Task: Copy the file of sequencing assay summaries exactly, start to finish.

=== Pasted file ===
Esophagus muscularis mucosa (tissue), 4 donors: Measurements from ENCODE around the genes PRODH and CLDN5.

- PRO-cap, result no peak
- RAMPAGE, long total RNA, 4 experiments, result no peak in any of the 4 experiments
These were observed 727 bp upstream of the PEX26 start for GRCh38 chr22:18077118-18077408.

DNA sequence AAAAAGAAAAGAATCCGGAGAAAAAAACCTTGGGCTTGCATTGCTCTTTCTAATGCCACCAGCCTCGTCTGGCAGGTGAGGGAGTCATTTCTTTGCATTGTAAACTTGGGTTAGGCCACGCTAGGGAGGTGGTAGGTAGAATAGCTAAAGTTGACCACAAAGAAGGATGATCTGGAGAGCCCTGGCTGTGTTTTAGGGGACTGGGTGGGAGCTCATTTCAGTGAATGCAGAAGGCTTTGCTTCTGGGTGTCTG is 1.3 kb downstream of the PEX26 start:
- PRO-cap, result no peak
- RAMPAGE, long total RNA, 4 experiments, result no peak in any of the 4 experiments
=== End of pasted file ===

Esophagus muscularis mucosa (tissue), 4 donors: Measurements from ENCODE around the genes PRODH and CLDN5.

- PRO-cap, result no peak
- RAMPAGE, long total RNA, 4 experiments, result no peak in any of the 4 experiments
These were observed 727 bp upstream of the PEX26 start for GRCh38 chr22:18077118-18077408.

DNA sequence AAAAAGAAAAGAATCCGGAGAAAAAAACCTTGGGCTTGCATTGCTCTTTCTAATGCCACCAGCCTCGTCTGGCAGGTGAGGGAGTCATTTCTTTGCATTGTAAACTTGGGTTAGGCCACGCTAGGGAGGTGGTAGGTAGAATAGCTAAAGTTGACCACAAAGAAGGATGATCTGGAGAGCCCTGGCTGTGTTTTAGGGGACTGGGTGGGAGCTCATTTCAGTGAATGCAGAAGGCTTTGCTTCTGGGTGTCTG is 1.3 kb downstream of the PEX26 start:
- PRO-cap, result no peak
- RAMPAGE, long total RNA, 4 experiments, result no peak in any of the 4 experiments